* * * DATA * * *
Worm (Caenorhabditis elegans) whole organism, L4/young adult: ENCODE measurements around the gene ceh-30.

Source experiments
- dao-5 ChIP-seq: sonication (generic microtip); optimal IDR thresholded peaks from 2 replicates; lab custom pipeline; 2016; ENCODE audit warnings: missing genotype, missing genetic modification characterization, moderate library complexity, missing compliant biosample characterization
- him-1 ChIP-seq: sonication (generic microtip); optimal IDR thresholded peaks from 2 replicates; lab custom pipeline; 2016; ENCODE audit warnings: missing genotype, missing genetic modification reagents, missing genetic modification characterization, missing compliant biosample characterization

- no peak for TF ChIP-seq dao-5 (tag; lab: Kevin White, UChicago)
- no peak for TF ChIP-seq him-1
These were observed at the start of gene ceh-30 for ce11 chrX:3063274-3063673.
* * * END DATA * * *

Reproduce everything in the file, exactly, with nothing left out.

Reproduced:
Worm (Caenorhabditis elegans) whole organism, L4/young adult: ENCODE measurements around the gene ceh-30.

Source experiments
- dao-5 ChIP-seq: sonication (generic microtip); optimal IDR thresholded peaks from 2 replicates; lab custom pipeline; 2016; ENCODE audit warnings: missing genotype, missing genetic modification characterization, moderate library complexity, missing compliant biosample characterization
- him-1 ChIP-seq: sonication (generic microtip); optimal IDR thresholded peaks from 2 replicates; lab custom pipeline; 2016; ENCODE audit warnings: missing genotype, missing genetic modification reagents, missing genetic modification characterization, missing compliant biosample characterization

- no peak for TF ChIP-seq dao-5 (tag; lab: Kevin White, UChicago)
- no peak for TF ChIP-seq him-1
These were observed at the start of gene ceh-30 for ce11 chrX:3063274-3063673.